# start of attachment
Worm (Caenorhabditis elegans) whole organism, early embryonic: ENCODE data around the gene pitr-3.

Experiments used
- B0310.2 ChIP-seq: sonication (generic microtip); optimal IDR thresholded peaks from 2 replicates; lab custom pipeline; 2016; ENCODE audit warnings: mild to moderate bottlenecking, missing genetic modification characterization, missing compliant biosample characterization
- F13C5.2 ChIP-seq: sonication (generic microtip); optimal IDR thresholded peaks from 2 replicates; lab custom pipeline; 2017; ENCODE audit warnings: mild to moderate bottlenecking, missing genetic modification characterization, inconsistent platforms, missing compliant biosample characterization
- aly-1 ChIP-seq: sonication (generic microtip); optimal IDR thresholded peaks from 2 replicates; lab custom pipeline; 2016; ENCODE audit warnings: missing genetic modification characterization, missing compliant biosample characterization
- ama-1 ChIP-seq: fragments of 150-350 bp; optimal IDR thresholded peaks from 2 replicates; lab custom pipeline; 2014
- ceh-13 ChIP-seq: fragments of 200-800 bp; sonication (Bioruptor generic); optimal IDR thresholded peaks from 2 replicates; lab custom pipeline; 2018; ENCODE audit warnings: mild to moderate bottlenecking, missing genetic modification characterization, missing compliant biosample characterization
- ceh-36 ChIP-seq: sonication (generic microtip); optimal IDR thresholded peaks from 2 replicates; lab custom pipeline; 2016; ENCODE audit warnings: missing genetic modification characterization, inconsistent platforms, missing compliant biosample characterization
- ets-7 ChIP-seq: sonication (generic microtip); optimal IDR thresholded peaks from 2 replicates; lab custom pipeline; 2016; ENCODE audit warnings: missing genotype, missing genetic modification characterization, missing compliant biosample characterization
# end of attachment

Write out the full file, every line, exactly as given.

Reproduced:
Worm (Caenorhabditis elegans) whole organism, early embryonic: ENCODE data around the gene pitr-3.

Experiments used
- B0310.2 ChIP-seq: sonication (generic microtip); optimal IDR thresholded peaks from 2 replicates; lab custom pipeline; 2016; ENCODE audit warnings: mild to moderate bottlenecking, missing genetic modification characterization, missing compliant biosample characterization
- F13C5.2 ChIP-seq: sonication (generic microtip); optimal IDR thresholded peaks from 2 replicates; lab custom pipeline; 2017; ENCODE audit warnings: mild to moderate bottlenecking, missing genetic modification characterization, inconsistent platforms, missing compliant biosample characterization
- aly-1 ChIP-seq: sonication (generic microtip); optimal IDR thresholded peaks from 2 replicates; lab custom pipeline; 2016; ENCODE audit warnings: missing genetic modification characterization, missing compliant biosample characterization
- ama-1 ChIP-seq: fragments of 150-350 bp; optimal IDR thresholded peaks from 2 replicates; lab custom pipeline; 2014
- ceh-13 ChIP-seq: fragments of 200-800 bp; sonication (Bioruptor generic); optimal IDR thresholded peaks from 2 replicates; lab custom pipeline; 2018; ENCODE audit warnings: mild to moderate bottlenecking, missing genetic modification characterization, missing compliant biosample characterization
- ceh-36 ChIP-seq: sonication (generic microtip); optimal IDR thresholded peaks from 2 replicates; lab custom pipeline; 2016; ENCODE audit warnings: missing genetic modification characterization, inconsistent platforms, missing compliant biosample characterization
- ets-7 ChIP-seq: sonication (generic microtip); optimal IDR thresholded peaks from 2 replicates; lab custom pipeline; 2016; ENCODE audit warnings: missing genotype, missing genetic modification characterization, missing compliant biosample characterization